(iv) Developing local economic diversification plans that support decent work and provide community stability in the transition.

The implementation of agreed interventions for transition, as developed in the framework, should involve a partnership approach involving Government, employers, farmers, trade unions and civil society (Section 2.4).

The second recommendation in this chapter states:

5. With regards to the immediate need to address the ongoing transition in the Midlands region, the Government should direct as soon as possible in 2019:

a. The Midlands Regional Enterprise Plan (REP) Committee to devise a Midlands Just Transition Strategy, in order to sustain the economic and social fabric of the region in a post peat extraction era. The strategy should make provision for specific funding, to finance amongst other things, a major project to rewet denuded peatlands in the Midlands. This should start with the peatlands owned by Bord na Móna

b. Bord na Móna to undertake a review of the employment potential of deploying its current workforce to a peatlands restoration project for its landholding. This review should also outline the full cost of such a project and contain an assessment of the carbon impact of creating a carbon sink; and

c. The SEAl to examine how best to deliver a major house retrofitting programme in the Midlands (Section 2.5)

Those are the two recommendations in chapter 2 in regard to "Supporting a Just Transition". There is one amendment from Deputy Bríd Smith, who proposes, after "active labour market policies", to insert that the reference to active labour market policies in this context excludes any obligation being placed on those made redundant as a consequence of the transition away from carbon-intensive industries to participate in the State's JobPath or similar programme. The amendment proposes that, at a minimum, those displaced from or denied employment in carbon-intensive industries should never be subjected to punitive and damaging JobPath-type labour market activation policies currently outsourced to and implemented by private sector companies with such devastating impacts on unemployed people.

I hope that some of the members who are on the Joint Committee on Employment Affairs and Social Protection will agree there are very serious questions to be asked about the State's use of labour market activation methods, in particular Seetec and Turas Nua. We have had lots of studies into how these companies are used and the impact this is having on many people who are short-term and long-term unemployed and who are brought before them. If we do not insert something that alleviates the fear of people who are facing unemployment that they will be used in this way and subjected to the systemic manner in which these companies deal with unemployment, we will not reassure them we are serious about a just transition for workers. We need to accept this measure to do that.

We had extensive deliberations with the Irish Congress of Trade Unions in regard to the just transition task force and I think we all arrived at a destination in respect of recognising the need for a just transition task force. I appreciate the points Deputy Bríd Smith is making in respect of the critique of the State's JobPath programme.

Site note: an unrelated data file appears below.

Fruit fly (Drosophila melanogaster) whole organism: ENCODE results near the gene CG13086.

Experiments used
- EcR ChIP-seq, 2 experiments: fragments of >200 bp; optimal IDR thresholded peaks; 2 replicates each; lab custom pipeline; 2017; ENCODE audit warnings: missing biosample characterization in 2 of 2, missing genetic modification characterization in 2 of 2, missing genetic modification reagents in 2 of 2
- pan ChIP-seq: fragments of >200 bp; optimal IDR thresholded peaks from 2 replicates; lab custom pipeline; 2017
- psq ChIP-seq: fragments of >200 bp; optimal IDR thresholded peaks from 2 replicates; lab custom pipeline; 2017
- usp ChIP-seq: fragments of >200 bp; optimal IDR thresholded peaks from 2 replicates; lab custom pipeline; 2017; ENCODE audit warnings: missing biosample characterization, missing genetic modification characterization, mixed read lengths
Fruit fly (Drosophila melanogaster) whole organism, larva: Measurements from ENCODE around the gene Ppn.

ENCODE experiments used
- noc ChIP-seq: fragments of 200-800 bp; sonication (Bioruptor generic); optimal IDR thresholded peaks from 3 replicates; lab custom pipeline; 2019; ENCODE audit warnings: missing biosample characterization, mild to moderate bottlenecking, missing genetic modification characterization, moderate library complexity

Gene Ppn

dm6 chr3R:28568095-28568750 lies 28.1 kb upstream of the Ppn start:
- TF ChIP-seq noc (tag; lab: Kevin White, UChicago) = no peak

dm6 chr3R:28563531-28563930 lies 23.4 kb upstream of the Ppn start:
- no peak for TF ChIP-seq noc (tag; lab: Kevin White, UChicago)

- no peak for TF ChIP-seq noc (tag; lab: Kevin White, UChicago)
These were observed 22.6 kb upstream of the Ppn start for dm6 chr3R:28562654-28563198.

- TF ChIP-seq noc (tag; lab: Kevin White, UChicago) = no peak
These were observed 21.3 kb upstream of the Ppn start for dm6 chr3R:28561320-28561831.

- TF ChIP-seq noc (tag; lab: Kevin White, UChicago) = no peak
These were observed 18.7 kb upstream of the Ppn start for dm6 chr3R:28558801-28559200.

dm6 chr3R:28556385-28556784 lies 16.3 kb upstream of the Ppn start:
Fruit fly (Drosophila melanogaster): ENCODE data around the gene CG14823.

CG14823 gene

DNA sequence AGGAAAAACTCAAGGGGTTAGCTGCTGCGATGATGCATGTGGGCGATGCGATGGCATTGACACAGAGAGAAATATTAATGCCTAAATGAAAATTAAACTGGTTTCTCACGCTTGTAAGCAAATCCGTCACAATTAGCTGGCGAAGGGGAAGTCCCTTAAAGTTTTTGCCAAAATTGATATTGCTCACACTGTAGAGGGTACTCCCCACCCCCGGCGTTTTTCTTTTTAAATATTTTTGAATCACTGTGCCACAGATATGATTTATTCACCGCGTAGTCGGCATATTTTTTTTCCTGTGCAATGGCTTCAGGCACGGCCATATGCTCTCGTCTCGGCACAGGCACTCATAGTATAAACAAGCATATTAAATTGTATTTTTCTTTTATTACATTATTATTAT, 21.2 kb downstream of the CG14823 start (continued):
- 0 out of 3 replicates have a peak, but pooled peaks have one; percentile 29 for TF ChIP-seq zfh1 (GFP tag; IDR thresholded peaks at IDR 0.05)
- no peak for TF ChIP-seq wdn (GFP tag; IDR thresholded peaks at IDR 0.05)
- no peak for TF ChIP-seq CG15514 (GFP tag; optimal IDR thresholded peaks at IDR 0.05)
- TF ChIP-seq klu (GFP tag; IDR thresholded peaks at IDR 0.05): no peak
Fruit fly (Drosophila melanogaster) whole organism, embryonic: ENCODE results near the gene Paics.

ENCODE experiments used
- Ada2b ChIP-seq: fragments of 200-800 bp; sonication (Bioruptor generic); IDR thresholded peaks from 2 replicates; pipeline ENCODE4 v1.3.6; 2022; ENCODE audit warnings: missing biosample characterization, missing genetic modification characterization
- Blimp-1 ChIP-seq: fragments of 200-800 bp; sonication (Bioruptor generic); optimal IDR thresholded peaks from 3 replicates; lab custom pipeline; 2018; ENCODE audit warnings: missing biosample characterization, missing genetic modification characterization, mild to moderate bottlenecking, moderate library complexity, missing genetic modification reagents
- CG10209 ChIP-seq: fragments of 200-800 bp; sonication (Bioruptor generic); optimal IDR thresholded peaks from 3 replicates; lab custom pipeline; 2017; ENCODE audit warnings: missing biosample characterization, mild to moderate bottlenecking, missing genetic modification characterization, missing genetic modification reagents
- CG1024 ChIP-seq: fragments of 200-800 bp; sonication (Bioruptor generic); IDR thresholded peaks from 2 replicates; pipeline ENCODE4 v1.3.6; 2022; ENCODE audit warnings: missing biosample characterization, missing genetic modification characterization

My worry is that by making that amendment we could dilute recommendation 4(iv) which relates to transitioning people away from carbon production into local economic diversification, where workers themselves become partners in that transition. If they are active stakeholders in that transition, the risk of exploitation, as Deputy Bríd Smith is probably arguing here, is diminished because they are partners in their own transition. That was the point or philosophy behind the ICTU's submission to the committee. I accept the amendment that Deputy Smith is making but I would not want to introduce issues - I will not call them extraneous issues - into the purity of the just transition task force. However, if there is a critique to be had of social protection policy this might not be the chapter or the forum in which to do that. I accept the Deputy's right to bring forward the amendment, but I ask that we do not diminish in any way the success that we have managed to secure in this report through the mere existence of a just transition task force. That is a success in itself. Social protection policy should be critiqued, attacked or changed elsewhere but not necessarily in the forum of this report.

The section on the just transition is important. We put a lot of work into this and have met union officials and workers. It is particularly relevant in the midlands, and a major issue in Laois and Offaly is that the area does not become the rust belt of the country. It is very important that we have that. We had a section in the report, which was deleted, to insert the International Labor Organization, ILO, framework for a just transition, which we believe would have strengthened it. We are not 100% happy that it was removed and we would have preferred if the report was stronger to give some of the protections to which Deputy Bríd Smith referred, but the final recommendations provide a lot of protections. What happened in the past is that industry closed down, whether it was Bord na Móna or whatever else, and the fire engines arrived afterwards, or a task force was put together after the event. What we are trying to achieve by establishing this task force in 2019 is that it will be in place, it can foresee what will happen and it will start taking the necessary steps and actions and pulling the relevant parties together. We are disappointed that the ILO framework is not included in the final report but it contains some protections and we will support it. We will also support Deputy Bríd Smith's amendment.

To clarify, the footnote to the recommendation states, "this should be based on the ILO guidelines".